Referring now to FIG. 1, there is depicted a typical semiconductor package 10 having a substrate 12, and a cap 14, secured to substrate 12 by a suitable seal 16. Substrate 12 can be formed of any dielectric material and contain suitable circuitry for interconnecting pins 18 to pads on the top surface of the substrate and for interconnecting devices 20 bonded to the substrate with solder bonds 22. Substrate 12 can be formed of inorganic resins, ceramic, or any suitable dielectric material. Substrate 12 can be provided with one or more metallurgy pads on the surface for interconnecting devices 20 and making connections to pins 18. Alternately, the substrate 12 can be of a multi-layer ceramic construction in which the substrate is made up of a plurality of layers of ceramic having via holes filled with conductive metal paste and surface metallurgy layers forming an interconnected circuit network. The heat generated in devices 20 during operation is partially conducted away from the devices through solder connections 22 to substrate 12 which acts as a heatsink. However, it is usually necessary to conduct the major portion of the heat energy generated in devices 20 from the top side of devices 20 to the cap 14 which can be provided with fins or a heatsink (not shown).
Our invention is a thermal heat conduction assembly consisting of a thermal bridge element 24 in combination with a biasing spring 26. Both elements 24 and 26 are preferably fabricated to a size which fits into the cap 14, as more clearly shown in FIG. 1.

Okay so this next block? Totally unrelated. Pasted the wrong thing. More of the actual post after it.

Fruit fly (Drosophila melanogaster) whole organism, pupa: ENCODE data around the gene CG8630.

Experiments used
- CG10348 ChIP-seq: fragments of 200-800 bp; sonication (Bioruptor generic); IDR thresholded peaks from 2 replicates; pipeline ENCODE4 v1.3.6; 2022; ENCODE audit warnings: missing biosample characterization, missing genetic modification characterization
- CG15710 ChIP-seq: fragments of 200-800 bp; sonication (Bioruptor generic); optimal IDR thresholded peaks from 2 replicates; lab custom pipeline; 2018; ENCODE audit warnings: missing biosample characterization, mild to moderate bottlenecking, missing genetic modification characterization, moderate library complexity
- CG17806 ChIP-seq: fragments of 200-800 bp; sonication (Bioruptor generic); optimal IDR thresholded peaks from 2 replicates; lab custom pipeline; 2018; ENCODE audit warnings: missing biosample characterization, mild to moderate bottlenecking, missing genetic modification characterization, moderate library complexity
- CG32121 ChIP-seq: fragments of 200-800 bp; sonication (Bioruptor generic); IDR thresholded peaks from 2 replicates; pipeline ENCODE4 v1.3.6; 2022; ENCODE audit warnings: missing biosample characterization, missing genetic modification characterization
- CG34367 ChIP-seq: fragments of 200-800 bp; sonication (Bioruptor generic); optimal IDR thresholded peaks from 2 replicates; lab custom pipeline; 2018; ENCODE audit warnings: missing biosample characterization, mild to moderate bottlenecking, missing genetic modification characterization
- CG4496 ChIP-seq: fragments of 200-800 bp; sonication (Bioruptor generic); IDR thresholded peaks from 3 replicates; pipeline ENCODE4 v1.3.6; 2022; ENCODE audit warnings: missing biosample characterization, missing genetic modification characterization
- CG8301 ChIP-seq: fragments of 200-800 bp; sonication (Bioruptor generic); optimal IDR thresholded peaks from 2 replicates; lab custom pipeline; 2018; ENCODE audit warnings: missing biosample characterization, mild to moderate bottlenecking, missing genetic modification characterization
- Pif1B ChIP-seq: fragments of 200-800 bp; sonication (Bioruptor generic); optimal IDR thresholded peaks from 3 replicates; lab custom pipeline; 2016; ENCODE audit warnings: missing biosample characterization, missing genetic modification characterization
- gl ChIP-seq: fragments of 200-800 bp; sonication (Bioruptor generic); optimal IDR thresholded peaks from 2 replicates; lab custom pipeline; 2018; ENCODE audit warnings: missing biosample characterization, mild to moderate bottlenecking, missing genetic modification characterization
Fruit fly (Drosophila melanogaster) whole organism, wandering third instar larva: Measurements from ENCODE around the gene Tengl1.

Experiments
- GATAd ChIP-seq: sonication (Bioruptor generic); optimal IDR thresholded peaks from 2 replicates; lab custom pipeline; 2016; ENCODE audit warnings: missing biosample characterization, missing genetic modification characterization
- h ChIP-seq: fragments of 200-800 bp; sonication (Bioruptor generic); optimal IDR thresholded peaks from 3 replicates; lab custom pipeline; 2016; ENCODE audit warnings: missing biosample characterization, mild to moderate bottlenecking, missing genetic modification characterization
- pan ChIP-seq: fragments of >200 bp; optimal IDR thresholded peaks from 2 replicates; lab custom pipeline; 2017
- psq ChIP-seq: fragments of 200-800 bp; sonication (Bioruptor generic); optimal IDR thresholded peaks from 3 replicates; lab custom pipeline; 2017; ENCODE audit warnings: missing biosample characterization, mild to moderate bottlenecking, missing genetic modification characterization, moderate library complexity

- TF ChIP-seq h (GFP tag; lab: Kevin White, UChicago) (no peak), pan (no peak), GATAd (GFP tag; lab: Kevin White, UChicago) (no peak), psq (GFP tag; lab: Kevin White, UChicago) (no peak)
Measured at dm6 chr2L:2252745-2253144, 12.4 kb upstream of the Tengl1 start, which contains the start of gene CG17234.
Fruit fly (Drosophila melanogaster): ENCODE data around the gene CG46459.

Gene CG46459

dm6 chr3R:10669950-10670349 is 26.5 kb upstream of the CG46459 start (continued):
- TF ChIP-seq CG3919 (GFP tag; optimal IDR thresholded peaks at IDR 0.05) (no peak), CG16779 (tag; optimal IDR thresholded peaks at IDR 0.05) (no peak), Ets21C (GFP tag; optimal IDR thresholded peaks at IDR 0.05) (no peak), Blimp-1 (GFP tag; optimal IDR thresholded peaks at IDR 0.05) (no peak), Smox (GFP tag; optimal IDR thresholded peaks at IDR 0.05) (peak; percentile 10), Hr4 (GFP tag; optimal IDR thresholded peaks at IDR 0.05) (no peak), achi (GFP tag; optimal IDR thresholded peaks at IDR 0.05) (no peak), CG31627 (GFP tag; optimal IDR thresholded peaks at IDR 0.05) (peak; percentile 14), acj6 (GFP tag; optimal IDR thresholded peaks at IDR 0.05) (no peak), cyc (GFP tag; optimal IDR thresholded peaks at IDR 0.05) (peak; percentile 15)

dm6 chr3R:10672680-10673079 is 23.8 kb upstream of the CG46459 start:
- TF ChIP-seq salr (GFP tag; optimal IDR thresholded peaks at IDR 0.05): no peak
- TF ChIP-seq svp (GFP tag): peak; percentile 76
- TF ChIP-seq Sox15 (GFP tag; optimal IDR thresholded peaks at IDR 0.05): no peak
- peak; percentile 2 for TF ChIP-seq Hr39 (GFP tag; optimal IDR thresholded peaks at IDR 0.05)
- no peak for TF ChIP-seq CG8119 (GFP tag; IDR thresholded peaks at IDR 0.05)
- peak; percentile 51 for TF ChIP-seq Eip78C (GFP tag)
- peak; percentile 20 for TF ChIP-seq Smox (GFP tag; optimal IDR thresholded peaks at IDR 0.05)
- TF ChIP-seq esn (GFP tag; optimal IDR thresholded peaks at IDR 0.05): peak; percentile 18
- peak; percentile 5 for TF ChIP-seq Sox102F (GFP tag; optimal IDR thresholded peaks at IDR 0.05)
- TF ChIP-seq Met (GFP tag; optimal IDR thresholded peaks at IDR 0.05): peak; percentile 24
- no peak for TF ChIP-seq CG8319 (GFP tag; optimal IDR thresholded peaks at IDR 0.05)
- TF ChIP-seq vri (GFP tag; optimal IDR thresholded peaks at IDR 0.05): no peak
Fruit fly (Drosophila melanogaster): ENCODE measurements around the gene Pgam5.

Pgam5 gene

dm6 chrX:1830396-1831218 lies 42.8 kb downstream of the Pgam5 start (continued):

Referring now to FIGS. 2, 3 and 4, the details of the thermal bridge element will become apparent. As indicated in FIGS. 2 and 3, a plurality of groove and cut patterns are formed in a sheet of material forming element 24. The cut and groove configurations are located in element 24 over each of the devices 20 mounted on substrate 12. Each cut and groove configuration consists of a cut 28 having a general X-shaped configuration which extends completely through element 24. Preferably, the center of the X-shaped cut 28 is centered over the device 20. A first groove 30 having a rectangular or square configuration interconnects the ends of slot 28. Groove 30 is relatively narrow and extends from 50 to 98 percent of the thickness of element 24. A second groove 32 is provided which is spaced inwardly from groove 30. Preferably, the groove 32 defines the top surface area of device 20. By providing grooves 30 and 32, the elements 34 and 35, which are formed in a sheet of material having good heat conducting qualities, can be bent with very little force. The grooves 30 and 32 essentially form hinges allowing the extending portions 34 to be bent downwardly in contact with device 20 as illustrated in FIG. 4. The heat conducting characteristics of sheet element 24 are not materially reduced since the portion in the bottom of grooves 30 and 32 is relatively short. Thus, the hinges 30 and 32 permit using a relatively heavy, thick material for conducting heat from the device to the cap 14 which would ordinarily not be useable since it would be too rigid and therefore exert a damaging force on the device 20. As illustrated in FIG. 4, the tabs 34 are pressed downwardly by fingers 36 of the overlying spring element 26. The slot configuration illustrated in FIG. 5 depicts the preferred method of forming fingers 36 in element 26. As illustrated in FIG. 4, fingers 36 are pre-bent prior to assembly to assure that the hinged sections of tabs 34 of element 24 will contact device 20 when the elements 24 and 26 are in contact with the upper surface of cap 14. This assembly assures that the force applied to the devices is not so great as to cause breakage or fracture of the devices.